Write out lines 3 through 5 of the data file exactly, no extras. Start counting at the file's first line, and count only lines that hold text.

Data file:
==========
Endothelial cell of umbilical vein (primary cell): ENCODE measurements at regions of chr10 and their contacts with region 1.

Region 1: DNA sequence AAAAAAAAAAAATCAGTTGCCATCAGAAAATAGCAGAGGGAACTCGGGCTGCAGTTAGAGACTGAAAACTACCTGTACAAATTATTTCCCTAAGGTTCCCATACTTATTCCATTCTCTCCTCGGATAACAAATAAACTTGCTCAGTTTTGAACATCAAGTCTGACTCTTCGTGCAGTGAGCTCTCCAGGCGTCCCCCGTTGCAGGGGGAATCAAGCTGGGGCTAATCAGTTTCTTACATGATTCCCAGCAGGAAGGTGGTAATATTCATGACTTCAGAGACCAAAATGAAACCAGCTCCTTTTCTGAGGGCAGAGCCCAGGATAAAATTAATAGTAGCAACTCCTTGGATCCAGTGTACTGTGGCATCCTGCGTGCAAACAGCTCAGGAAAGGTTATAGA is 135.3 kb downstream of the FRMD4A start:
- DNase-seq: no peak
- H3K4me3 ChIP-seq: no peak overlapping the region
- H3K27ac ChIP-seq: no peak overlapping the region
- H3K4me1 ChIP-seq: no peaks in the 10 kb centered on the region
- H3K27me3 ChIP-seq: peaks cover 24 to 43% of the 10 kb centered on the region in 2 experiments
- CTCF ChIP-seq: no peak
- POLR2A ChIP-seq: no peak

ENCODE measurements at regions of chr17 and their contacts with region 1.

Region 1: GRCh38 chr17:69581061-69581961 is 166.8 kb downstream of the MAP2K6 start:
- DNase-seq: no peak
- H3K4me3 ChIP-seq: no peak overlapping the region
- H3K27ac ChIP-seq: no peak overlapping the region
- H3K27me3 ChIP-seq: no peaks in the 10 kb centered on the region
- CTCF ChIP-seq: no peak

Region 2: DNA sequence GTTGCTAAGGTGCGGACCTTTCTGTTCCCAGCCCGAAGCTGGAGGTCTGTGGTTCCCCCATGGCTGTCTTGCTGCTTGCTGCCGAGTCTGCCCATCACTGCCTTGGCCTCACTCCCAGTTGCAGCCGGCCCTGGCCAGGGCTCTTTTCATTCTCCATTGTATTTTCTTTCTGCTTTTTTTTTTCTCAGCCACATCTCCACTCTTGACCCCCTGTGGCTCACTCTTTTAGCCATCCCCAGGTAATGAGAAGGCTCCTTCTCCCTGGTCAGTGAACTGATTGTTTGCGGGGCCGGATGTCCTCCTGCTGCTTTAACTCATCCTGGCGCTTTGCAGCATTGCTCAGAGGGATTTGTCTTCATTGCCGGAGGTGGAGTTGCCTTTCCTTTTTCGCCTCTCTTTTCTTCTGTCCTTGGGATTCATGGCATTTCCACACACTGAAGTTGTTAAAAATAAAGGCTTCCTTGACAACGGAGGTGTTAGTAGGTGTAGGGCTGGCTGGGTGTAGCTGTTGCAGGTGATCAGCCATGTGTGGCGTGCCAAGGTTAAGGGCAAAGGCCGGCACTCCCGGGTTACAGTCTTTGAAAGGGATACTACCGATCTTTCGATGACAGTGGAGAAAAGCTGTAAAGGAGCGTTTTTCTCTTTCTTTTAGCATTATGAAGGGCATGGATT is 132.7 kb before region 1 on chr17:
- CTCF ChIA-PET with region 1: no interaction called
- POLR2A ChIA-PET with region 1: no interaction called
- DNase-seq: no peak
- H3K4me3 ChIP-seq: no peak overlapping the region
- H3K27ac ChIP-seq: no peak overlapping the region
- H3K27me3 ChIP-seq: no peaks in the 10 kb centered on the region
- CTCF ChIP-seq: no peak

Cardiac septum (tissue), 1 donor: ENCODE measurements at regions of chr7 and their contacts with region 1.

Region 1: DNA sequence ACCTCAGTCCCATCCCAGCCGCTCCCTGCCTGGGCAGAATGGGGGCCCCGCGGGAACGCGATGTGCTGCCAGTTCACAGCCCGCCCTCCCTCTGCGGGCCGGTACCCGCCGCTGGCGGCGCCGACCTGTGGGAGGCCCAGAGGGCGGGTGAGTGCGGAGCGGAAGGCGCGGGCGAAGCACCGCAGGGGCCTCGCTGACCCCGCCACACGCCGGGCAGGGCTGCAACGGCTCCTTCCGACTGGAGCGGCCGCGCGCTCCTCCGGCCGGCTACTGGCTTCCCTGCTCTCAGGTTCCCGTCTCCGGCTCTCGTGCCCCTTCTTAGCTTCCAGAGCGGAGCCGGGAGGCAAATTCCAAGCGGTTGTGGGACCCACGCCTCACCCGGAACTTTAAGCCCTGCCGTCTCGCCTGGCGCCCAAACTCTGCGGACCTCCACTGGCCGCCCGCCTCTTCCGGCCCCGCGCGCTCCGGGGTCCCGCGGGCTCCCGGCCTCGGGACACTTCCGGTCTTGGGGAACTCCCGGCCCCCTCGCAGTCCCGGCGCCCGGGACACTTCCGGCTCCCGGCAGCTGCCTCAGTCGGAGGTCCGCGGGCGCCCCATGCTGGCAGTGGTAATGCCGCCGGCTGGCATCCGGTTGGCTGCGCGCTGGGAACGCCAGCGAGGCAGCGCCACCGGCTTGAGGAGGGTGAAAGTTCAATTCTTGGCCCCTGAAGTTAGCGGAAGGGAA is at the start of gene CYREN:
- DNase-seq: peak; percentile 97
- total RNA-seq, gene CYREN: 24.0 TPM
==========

- DNase-seq: no peak
- H3K4me3 ChIP-seq: no peak overlapping the region
- H3K27ac ChIP-seq: no peak overlapping the region